Addario not only captured an absolute reflection of the multicultural and beautifully diverse population of American workers but of humanity completely uncensored and without the airbrush applied by a mainstream, commercial attempt to synthetically replicate what Terkel called "the extraordinary dreams of ordinary people."

Some of the faces present a broad smile, as if they have solved the conundrum of happiness—at least for the time being and to their satisfaction. A few even seem to have surpassed it. Yet there are others who make very little effort to mask profound sadness, or deep exhaustion—the dream more improbable than extraordinary.

There is clearly a story to each of their lots in life.

According to Project&, those stories are told "in raw and authentic terms."

Within them lies the exploration of "the relationships between the social, cultural, physical, and psychological realities of work that shape everyday life. Issues of work and economic equity anchor the major conflicts of our times, be they the widening wealth gap, access to education and training, the housing collapse, or the impact of the global economy on people's abilities to patch together jobs in order to earn a living."

Saks conceived and curated Working in America.

The idea for the exhibit was not borne simply from her knowledge of Terkel's work, but a deeply personal experience of the man himself.

Her father was friends with Terkel, and Saks would often join the two of them in drives around Chicago. From the backseat, she received an early education in civic engagement and the fight for social and political change.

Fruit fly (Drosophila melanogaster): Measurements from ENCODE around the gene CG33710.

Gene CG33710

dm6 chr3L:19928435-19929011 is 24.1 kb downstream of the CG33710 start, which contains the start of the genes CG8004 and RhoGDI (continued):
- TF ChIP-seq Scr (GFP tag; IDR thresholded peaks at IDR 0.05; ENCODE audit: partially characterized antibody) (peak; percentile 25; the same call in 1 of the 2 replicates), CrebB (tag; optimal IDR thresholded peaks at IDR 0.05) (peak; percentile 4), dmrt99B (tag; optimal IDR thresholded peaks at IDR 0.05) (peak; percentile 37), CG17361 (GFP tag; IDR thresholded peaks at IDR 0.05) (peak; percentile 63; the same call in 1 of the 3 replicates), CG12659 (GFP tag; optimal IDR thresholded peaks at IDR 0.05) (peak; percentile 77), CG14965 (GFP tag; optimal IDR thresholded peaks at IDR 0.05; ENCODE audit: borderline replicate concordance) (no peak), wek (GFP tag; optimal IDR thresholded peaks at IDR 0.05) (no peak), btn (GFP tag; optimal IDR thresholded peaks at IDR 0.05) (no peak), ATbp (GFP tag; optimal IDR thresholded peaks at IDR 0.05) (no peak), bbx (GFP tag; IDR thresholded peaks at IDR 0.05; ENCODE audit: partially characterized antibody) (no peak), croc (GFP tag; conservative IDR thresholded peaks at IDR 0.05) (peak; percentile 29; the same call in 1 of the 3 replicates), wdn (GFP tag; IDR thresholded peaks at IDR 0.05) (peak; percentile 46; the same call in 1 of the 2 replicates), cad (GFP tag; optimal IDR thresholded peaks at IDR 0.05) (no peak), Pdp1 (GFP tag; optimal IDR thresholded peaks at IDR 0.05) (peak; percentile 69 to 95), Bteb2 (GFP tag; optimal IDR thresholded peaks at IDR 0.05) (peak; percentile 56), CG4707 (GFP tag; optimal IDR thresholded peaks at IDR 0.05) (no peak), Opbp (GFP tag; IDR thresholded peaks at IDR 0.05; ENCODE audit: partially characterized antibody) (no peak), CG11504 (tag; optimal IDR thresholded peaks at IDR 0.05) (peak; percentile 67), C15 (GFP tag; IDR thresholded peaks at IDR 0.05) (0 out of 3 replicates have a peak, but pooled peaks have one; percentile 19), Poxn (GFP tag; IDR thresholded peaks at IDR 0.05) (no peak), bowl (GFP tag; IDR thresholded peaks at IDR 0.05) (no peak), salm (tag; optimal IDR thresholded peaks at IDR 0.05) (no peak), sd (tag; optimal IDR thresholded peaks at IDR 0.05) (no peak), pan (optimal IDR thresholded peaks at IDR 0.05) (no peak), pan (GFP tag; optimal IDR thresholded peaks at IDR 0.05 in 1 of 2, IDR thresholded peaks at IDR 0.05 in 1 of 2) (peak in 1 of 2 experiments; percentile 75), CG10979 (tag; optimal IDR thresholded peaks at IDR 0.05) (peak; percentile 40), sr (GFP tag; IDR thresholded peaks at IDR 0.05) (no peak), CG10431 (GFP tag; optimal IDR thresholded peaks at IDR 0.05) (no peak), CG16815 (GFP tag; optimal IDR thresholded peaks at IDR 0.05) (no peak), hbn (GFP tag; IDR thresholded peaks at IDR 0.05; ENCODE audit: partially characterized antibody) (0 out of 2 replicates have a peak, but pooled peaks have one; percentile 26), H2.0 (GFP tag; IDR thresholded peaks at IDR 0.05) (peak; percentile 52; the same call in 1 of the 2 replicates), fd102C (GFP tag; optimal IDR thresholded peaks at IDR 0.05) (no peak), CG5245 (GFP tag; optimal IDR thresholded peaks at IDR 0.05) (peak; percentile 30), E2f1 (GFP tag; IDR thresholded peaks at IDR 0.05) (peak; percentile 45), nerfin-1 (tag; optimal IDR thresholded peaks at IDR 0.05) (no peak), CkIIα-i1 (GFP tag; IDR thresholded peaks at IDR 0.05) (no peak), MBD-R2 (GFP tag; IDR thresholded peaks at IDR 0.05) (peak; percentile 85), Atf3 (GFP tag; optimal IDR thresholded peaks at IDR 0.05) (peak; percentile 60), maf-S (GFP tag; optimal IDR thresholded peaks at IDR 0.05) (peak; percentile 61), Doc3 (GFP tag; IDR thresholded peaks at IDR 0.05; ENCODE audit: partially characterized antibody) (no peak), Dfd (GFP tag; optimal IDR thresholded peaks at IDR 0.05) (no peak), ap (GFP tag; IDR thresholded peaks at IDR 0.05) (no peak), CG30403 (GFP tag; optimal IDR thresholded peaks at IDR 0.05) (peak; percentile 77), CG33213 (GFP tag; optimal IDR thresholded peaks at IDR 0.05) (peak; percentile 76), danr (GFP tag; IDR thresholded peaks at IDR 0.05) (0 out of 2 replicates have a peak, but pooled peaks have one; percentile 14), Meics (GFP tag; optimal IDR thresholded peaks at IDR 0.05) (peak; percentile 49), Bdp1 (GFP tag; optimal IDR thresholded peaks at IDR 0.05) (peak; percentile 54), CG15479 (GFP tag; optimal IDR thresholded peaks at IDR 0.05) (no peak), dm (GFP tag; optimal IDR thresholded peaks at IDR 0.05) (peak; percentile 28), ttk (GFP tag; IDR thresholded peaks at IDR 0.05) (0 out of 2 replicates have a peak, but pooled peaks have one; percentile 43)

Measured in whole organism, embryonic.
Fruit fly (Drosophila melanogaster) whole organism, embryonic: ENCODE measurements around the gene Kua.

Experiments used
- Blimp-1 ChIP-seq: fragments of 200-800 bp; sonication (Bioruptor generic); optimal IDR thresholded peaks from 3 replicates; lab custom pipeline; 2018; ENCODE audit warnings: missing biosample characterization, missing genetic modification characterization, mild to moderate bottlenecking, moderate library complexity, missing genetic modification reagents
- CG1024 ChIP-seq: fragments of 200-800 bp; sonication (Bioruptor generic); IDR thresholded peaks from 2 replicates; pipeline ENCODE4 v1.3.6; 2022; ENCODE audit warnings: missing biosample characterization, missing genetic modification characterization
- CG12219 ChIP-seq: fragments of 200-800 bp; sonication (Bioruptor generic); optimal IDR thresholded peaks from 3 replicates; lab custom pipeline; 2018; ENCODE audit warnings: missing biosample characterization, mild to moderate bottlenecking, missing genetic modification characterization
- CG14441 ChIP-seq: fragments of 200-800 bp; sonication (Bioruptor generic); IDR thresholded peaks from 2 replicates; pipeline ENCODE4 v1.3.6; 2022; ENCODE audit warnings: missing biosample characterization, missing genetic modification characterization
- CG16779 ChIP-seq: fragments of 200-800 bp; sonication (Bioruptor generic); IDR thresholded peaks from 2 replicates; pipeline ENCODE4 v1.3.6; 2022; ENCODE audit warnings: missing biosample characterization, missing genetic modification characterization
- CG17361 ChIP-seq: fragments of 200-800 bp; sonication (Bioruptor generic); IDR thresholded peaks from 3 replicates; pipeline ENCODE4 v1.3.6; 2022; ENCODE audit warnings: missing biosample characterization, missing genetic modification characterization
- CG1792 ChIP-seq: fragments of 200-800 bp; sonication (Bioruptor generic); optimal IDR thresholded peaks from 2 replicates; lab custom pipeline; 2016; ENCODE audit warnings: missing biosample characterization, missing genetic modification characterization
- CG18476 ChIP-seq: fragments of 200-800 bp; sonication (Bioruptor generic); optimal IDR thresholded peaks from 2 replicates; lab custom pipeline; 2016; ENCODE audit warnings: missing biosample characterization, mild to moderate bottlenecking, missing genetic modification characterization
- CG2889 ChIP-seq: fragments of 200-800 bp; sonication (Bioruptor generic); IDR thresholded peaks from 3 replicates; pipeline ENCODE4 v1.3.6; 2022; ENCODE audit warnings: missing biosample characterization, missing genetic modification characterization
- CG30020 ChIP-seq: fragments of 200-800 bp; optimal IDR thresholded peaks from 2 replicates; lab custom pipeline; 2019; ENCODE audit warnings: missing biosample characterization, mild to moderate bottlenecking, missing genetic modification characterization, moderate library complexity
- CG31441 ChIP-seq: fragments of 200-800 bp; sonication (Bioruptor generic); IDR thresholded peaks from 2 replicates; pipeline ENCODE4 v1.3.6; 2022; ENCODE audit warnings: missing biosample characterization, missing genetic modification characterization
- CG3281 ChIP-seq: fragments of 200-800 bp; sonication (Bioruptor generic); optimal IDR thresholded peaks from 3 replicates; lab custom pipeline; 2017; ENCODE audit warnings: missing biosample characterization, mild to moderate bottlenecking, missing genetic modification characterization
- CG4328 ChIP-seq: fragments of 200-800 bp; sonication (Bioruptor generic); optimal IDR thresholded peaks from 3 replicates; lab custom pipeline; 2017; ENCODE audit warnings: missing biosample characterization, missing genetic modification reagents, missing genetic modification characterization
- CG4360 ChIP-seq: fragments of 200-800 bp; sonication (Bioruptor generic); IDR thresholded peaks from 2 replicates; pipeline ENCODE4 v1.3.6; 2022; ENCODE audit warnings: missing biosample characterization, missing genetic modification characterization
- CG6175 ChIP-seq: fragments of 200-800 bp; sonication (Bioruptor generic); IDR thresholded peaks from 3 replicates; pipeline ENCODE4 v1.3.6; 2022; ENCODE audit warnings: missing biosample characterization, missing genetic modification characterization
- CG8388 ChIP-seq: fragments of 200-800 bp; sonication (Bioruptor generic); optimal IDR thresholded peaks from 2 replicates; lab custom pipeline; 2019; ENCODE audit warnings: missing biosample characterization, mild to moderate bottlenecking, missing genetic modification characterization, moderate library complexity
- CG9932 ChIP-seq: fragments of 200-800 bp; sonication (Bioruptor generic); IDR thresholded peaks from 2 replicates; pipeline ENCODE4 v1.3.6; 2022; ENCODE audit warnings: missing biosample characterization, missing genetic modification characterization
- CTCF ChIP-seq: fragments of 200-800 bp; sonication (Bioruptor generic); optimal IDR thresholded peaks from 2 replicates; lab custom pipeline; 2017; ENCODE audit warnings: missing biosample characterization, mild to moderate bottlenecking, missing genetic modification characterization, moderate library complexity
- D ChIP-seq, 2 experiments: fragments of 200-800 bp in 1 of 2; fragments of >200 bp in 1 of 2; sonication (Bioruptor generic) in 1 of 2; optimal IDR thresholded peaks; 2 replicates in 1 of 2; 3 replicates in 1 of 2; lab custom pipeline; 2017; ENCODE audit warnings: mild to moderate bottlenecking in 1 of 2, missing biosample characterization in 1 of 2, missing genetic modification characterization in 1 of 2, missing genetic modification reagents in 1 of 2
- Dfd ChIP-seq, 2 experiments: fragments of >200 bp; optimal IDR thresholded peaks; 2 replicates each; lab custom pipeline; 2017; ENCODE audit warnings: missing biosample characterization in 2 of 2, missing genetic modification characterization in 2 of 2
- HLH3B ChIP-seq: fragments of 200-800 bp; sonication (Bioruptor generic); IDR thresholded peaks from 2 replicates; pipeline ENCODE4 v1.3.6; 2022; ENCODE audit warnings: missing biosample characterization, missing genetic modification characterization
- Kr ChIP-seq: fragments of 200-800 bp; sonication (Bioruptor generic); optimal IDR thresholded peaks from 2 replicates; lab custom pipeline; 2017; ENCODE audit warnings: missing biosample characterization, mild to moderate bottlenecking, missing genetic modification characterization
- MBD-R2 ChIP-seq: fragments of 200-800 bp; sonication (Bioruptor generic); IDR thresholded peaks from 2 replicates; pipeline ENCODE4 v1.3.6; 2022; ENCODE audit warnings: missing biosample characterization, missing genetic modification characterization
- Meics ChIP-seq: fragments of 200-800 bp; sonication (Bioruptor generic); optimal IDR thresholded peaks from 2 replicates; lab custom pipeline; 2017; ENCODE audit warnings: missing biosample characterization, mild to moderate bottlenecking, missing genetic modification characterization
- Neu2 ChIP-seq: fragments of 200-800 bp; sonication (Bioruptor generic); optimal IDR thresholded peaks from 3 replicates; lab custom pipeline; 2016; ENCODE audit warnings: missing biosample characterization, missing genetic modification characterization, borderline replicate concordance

"They taught me what this city was about—the good, the bad, the ugly and the inspiring, and the people that make it up," she told Windy City Times. "My parents always told me that 'you have to make a life and you have to make a living. One isn't more important than the other.' So you can't make lots of money and not care about contributing to bettering the world and you can't have a fabulous life and not be able to pay your rent."

Working in America also emerged from one of Saks' most deeply held beliefs.

"I don't think that there are enough people in our Democratic experiment who are able to participate in our society with equity and success," she said. "All the work that I do is focused on that. I was in a meeting in Washington, D.C. and we were having a conversation about economic inequality in America. I thought about what my work in arts and culture would look like in addressing that issue."

Grappling with the question, Saks went home and took her father's copy of Terkel's Working off her bookshelf.

Within its pages, she found her answer.

"So I decided to revisit it," she said. "The last 40 years has been a tumultuous time for our economy and for workers. We are at a really critical moment, especially with the upcoming election when many people are tackling the issues of work and economic and social equity."

Saks and Addario, a longtime close friend, began to cross America together collecting stories and photographs.

In Albuquerque, New Mexico they found James—a 30-year-old electrician and body piercing artist.

James loves his art with such a passion that he said it was his goal to have 100 percent of his body tattooed. ( He is 95 percent of the way there. )

James had the same artistic drive when it came to piercing. "I have always loved body piercing," he asserted. "I started in middle school, self-taught on my friends. They all kept coming back for more, so I decided this is one of the things I love to do."

He is also an electrical contractor in a business he co-owns with his father.

"We have to work in the heat, a lot of stress," he said, "the possibility of getting shocked or killed. This is a very dangerous job."

"James is saying 'I want to do what gives me confidence and is authentic to me,'" Saks said. "He is an incredible electrician who also thinks about the pride he has in his body and showing up visibly in the world. Living our lives is a creative process and our work is one of its major elements. We have to think about our work as just as influential as other things that shape us."